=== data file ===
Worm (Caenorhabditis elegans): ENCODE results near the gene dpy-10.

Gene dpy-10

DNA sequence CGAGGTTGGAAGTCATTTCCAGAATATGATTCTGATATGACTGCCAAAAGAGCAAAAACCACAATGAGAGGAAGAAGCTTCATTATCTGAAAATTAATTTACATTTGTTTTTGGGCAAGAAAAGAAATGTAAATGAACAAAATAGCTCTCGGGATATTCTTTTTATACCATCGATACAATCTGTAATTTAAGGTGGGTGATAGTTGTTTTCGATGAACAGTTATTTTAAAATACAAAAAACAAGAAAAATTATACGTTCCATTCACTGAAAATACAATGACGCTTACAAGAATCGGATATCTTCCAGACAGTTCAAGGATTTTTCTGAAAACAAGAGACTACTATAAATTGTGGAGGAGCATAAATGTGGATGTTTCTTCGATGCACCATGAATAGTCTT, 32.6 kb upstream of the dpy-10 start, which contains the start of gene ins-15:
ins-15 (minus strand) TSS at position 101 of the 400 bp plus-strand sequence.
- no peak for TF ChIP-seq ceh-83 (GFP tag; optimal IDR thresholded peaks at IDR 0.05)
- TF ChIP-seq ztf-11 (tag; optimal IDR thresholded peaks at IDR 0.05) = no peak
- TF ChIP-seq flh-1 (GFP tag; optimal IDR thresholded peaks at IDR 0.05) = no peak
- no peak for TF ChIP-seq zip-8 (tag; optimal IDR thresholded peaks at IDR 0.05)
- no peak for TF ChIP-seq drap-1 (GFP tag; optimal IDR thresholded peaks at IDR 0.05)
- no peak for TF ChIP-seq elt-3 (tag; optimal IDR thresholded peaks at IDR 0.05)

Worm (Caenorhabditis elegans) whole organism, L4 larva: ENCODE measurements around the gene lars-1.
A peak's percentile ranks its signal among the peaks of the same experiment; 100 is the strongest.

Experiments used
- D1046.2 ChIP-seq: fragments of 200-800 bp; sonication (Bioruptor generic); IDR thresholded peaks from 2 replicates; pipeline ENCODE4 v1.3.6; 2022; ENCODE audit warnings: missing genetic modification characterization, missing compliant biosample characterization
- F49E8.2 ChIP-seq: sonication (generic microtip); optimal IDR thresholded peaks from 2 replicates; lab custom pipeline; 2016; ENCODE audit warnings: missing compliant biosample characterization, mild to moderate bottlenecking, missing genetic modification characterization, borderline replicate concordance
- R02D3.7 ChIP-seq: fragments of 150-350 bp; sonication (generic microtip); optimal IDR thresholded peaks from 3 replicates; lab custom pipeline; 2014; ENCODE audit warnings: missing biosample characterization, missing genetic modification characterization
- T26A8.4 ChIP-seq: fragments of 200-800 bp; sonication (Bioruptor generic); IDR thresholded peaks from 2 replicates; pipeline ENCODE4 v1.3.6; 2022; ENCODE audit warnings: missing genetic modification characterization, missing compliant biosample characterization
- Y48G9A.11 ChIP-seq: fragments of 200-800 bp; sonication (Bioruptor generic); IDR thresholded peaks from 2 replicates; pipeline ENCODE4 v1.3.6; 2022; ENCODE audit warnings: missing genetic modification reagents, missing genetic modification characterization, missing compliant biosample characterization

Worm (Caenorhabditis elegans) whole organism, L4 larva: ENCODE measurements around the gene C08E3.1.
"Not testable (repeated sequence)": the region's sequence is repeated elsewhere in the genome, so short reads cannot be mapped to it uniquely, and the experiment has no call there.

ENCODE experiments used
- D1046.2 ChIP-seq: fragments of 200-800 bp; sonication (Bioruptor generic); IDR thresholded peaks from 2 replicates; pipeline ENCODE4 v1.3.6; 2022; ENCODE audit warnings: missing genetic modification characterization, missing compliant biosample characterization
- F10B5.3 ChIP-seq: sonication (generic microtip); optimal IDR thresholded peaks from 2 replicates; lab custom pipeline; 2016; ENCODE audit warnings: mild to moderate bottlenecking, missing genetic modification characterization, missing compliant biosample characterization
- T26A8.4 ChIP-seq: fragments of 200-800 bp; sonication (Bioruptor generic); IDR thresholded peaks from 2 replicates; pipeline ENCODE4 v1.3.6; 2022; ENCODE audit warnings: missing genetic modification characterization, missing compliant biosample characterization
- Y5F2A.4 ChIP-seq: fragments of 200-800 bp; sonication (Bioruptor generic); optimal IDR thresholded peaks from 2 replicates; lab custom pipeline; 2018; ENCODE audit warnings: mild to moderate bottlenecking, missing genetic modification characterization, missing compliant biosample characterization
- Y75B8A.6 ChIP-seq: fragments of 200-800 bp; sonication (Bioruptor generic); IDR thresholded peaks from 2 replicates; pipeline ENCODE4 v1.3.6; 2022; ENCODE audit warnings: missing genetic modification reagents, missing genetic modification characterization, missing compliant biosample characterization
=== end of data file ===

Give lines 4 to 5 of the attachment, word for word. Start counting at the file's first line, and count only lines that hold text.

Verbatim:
ins-15 (minus strand) TSS at position 101 of the 400 bp plus-strand sequence.
- no peak for TF ChIP-seq ceh-83 (GFP tag; optimal IDR thresholded peaks at IDR 0.05)